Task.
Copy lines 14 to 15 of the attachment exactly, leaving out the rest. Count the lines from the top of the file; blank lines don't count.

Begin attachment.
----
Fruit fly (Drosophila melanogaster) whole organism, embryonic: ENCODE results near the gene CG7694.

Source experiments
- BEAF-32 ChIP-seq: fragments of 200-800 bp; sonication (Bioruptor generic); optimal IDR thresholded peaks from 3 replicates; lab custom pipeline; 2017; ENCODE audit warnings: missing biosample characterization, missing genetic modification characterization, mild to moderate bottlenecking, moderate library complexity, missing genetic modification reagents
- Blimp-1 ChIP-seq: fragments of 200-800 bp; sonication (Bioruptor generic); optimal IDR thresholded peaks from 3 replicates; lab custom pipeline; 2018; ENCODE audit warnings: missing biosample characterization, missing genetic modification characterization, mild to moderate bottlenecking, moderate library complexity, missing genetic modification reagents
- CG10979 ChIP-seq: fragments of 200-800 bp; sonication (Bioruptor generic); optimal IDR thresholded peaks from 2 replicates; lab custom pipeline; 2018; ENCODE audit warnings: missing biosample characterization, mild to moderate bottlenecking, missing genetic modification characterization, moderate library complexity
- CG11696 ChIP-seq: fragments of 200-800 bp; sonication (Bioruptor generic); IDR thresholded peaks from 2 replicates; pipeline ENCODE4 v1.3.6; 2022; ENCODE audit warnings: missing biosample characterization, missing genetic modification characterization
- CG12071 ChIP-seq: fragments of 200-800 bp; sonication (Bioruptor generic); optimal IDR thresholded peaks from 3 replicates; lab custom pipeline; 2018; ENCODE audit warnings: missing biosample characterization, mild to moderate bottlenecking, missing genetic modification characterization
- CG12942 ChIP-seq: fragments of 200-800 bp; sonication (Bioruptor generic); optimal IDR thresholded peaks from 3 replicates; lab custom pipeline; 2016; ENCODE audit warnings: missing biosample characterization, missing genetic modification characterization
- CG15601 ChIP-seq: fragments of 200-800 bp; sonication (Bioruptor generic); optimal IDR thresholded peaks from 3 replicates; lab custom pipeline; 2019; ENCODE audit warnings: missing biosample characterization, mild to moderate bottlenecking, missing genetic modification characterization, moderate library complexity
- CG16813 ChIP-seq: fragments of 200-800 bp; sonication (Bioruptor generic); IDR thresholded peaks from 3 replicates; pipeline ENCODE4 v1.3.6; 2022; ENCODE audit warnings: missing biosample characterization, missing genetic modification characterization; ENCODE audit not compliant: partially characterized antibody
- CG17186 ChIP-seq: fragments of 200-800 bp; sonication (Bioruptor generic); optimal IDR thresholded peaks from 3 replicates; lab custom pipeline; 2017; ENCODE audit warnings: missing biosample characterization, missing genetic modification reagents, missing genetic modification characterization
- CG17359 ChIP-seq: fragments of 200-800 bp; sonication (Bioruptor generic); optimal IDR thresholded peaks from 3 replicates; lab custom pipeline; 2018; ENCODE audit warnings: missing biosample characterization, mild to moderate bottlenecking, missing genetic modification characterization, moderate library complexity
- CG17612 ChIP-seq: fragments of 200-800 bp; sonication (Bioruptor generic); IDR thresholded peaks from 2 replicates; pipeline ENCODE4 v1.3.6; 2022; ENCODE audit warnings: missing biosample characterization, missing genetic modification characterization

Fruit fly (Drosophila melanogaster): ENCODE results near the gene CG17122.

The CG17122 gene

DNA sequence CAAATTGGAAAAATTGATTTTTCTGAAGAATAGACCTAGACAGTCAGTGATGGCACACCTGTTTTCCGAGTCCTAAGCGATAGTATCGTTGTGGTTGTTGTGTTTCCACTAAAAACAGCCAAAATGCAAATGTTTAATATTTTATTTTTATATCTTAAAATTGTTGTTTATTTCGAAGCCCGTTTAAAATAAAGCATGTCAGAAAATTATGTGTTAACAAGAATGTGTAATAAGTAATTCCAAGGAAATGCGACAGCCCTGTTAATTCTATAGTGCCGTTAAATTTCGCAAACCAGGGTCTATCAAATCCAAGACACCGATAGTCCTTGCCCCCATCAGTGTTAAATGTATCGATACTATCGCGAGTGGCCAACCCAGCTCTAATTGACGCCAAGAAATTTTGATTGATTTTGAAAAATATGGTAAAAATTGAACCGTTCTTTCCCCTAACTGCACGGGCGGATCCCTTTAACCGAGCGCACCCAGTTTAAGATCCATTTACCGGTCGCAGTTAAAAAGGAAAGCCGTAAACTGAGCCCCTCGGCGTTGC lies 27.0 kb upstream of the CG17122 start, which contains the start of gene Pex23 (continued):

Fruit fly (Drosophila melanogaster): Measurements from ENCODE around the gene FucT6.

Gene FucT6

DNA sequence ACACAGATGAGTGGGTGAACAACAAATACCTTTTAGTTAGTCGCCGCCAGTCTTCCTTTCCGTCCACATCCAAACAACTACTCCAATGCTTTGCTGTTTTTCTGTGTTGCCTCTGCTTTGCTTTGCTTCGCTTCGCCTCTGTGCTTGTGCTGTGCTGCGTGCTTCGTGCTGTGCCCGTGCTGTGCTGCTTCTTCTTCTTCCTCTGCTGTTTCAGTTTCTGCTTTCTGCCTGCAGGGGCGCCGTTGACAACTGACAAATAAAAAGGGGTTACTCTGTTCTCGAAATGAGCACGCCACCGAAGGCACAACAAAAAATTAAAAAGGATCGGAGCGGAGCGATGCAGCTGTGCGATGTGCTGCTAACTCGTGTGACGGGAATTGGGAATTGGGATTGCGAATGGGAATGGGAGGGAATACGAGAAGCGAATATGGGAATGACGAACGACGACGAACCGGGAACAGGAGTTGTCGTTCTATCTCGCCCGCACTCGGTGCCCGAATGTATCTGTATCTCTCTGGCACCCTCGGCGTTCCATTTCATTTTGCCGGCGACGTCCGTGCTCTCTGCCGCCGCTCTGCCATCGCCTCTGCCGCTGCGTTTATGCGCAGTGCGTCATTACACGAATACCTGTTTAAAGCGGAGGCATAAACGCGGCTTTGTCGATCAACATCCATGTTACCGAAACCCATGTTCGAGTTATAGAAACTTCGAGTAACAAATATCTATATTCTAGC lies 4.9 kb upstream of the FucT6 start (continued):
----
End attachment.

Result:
Fruit fly (Drosophila melanogaster): ENCODE results near the gene CG17122.

The CG17122 gene